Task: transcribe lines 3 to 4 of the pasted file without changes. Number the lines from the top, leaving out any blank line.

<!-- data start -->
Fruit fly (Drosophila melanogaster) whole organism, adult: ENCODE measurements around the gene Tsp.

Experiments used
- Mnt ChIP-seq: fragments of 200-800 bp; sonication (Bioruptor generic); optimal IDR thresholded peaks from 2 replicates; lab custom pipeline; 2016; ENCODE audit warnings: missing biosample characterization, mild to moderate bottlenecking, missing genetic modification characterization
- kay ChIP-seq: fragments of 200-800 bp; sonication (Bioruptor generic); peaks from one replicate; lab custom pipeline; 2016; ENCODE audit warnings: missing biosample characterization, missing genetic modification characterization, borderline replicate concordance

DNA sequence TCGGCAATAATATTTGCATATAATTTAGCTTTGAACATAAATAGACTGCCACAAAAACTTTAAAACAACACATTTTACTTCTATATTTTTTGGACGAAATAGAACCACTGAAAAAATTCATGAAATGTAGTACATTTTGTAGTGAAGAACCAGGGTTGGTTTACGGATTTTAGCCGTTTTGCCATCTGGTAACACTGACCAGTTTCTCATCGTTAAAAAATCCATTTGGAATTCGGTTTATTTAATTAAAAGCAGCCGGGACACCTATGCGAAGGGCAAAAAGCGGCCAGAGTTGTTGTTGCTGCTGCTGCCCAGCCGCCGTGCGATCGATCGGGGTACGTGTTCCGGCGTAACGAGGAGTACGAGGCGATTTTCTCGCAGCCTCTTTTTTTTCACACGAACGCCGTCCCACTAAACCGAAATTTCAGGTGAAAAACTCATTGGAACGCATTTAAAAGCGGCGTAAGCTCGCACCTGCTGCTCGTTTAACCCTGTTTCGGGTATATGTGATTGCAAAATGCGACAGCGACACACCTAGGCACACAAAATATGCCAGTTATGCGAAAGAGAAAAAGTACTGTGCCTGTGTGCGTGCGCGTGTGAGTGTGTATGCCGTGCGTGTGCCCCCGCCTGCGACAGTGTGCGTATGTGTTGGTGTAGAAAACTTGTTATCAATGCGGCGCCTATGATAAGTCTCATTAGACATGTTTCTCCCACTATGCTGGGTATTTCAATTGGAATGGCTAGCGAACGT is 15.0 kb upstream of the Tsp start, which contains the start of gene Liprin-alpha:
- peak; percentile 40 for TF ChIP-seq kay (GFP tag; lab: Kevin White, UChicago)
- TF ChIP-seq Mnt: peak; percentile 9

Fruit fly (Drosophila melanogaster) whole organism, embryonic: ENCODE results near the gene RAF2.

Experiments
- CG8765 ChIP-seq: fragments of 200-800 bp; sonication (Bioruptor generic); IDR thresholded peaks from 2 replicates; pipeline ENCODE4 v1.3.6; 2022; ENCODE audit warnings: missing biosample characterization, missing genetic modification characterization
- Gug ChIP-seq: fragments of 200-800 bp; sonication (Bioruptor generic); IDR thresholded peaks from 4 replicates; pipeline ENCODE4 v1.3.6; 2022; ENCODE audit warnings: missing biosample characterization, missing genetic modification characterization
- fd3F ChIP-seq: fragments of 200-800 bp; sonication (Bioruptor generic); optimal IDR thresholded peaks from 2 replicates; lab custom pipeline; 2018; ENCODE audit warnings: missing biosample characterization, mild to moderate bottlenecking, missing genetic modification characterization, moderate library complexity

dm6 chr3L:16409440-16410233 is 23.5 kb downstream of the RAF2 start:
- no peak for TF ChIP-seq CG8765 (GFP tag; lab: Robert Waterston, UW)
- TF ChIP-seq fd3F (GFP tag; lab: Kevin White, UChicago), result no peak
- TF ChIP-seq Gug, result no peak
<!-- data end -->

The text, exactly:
- Mnt ChIP-seq: fragments of 200-800 bp; sonication (Bioruptor generic); optimal IDR thresholded peaks from 2 replicates; lab custom pipeline; 2016; ENCODE audit warnings: missing biosample characterization, mild to moderate bottlenecking, missing genetic modification characterization
- kay ChIP-seq: fragments of 200-800 bp; sonication (Bioruptor generic); peaks from one replicate; lab custom pipeline; 2016; ENCODE audit warnings: missing biosample characterization, missing genetic modification characterization, borderline replicate concordance